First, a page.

A recent paper from McKinsey suggests that car sales will become an omnichannel business. The idea of taking the time to look at shiny new vehicles on a forecourt, browse brochures, and touch and smell the cars in the showroom before heading over to the salesperson’s desk to make a purchase are perhaps a distant memory given the way the coronavirus has decimated the car industry. Selling cars has shifted to a more virtual, online experience, but the connection between manufacturers’ websites and dealerships is far from seamless.
According to Antony Roberts, Audi hopes to make things a little more seamless from a car-buying perspective, head of digital at Audi UK. The company has been on a two-year journey to revamp its UK website. During this time, day-to-day life has changed radically, with coronavirus leading to lockdowns around the world. We are a 100-year-old business. If you can’t get to a dealership, you struggle,” he says, admitting there has been under-investment in digital technologies, but adding: “War acts as a catalyst for social change. We have seen lots of investment and change.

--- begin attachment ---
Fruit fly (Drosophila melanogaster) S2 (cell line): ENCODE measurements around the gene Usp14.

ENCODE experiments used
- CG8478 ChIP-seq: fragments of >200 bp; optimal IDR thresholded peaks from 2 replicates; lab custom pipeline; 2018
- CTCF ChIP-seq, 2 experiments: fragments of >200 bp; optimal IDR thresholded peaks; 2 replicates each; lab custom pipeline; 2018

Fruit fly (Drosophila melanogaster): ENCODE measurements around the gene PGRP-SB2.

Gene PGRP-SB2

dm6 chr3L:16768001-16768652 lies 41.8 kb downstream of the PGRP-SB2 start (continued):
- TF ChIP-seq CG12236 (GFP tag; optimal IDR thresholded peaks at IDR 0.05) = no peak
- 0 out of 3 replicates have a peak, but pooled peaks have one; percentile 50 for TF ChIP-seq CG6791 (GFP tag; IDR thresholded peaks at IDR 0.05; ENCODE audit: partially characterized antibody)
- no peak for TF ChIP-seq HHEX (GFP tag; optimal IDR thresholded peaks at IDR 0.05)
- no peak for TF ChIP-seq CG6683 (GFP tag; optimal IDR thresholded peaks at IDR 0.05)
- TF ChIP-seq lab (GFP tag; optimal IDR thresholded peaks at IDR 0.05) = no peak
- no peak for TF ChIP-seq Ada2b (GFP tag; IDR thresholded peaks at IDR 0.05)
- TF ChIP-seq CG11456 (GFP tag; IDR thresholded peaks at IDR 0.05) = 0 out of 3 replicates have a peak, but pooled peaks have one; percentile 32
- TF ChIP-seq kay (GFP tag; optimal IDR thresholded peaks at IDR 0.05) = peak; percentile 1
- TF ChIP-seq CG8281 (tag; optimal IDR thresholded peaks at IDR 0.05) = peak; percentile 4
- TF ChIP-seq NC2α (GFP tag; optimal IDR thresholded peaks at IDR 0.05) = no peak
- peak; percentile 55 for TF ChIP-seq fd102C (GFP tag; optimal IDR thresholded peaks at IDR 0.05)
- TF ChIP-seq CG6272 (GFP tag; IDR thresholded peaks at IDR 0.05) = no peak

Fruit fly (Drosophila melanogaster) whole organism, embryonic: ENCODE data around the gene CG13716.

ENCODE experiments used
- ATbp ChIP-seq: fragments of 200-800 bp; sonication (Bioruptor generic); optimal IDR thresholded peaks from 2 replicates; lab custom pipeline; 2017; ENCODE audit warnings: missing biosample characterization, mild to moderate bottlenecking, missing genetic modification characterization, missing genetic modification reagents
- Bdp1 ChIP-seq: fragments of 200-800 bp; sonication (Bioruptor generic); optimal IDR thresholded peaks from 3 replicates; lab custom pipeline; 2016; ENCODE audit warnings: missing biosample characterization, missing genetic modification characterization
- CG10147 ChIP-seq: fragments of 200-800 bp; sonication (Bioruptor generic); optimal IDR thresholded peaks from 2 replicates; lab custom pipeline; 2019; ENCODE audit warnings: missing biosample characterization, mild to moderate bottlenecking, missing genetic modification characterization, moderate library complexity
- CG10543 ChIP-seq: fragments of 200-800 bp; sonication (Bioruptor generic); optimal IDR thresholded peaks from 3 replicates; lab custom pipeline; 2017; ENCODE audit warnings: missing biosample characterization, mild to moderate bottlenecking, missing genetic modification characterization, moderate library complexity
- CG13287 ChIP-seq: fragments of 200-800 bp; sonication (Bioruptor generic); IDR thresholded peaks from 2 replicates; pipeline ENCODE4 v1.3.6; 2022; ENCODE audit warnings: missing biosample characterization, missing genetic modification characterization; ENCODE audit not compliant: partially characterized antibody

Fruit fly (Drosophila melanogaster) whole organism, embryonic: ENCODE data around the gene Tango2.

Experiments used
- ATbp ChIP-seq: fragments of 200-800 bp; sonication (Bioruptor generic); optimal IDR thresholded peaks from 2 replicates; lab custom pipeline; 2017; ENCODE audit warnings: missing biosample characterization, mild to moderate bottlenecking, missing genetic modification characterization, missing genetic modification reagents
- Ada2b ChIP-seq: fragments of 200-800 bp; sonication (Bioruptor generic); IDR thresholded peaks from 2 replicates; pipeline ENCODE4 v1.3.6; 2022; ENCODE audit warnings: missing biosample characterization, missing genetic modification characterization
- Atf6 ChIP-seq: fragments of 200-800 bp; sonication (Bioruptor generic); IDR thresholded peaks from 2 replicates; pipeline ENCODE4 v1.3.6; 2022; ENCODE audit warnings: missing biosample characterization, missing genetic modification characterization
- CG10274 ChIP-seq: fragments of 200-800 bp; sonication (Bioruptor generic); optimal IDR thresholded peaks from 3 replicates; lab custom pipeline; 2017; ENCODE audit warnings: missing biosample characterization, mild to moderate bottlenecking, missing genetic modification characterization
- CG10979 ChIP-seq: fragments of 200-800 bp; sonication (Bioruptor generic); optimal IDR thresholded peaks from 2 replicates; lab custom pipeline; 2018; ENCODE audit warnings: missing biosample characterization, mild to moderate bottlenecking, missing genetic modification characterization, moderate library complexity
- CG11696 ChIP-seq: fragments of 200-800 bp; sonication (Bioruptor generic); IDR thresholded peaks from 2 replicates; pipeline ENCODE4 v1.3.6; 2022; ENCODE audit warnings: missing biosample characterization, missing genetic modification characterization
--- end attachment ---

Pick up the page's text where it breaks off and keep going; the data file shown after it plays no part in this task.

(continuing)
The Audi UK website has become a crucial aspect of the buying process. “We released a model page, and people can now access more information. The site is more feature-rich,” he says. Roberts’ inspiration for updating the site was to make it feel more like a Samsung or Apple website, but for automobiles. Significantly, Roberts says he has aspirations to make the Audi UK site feel as premium a product as Audi cars.